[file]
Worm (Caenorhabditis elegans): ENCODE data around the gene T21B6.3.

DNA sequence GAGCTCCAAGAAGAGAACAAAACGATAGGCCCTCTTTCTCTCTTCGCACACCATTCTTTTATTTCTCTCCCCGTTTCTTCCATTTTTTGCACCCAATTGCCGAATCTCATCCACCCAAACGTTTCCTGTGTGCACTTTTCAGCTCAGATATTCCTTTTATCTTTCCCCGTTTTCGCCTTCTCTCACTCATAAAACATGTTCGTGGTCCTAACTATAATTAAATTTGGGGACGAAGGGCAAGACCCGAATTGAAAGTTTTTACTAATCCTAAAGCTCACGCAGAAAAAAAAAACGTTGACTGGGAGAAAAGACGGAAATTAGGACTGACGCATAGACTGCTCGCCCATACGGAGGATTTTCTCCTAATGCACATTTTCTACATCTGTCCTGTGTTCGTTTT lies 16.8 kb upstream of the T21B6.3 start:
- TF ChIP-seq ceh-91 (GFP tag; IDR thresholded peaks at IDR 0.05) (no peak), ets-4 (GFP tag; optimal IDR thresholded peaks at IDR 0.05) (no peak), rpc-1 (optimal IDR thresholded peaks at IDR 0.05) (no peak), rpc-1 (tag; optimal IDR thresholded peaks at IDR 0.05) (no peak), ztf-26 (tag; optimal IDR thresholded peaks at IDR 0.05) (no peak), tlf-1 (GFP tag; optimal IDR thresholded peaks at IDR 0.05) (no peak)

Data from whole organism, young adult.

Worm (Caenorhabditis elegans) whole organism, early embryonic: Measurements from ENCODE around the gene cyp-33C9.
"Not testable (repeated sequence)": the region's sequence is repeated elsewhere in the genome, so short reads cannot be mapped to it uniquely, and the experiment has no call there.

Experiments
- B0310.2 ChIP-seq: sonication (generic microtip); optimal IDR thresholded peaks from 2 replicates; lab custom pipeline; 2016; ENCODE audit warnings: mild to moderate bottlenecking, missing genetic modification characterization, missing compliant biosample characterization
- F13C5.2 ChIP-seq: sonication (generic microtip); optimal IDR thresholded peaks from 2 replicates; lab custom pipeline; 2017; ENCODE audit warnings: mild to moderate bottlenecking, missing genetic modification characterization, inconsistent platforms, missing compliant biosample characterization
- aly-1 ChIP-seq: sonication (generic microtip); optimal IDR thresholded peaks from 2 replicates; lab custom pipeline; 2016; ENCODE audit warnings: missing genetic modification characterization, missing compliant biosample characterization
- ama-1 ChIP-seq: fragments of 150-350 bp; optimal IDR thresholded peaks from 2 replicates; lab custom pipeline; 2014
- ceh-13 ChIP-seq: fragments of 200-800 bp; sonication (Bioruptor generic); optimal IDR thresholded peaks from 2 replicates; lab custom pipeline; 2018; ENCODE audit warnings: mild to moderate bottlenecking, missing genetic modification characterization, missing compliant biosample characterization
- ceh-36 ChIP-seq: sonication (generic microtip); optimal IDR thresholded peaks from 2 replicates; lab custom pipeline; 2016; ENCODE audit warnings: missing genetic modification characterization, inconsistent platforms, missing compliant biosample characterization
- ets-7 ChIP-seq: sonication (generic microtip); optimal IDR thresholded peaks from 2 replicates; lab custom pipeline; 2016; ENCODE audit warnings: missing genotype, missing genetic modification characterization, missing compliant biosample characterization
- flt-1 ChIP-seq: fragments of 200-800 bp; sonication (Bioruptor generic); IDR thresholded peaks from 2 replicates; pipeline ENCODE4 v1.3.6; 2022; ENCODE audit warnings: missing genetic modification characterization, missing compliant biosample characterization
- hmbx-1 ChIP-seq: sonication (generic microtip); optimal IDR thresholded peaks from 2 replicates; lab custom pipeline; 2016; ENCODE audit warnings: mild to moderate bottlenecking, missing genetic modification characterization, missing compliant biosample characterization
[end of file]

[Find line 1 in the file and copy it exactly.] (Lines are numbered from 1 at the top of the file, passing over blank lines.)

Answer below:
Worm (Caenorhabditis elegans): ENCODE data around the gene T21B6.3.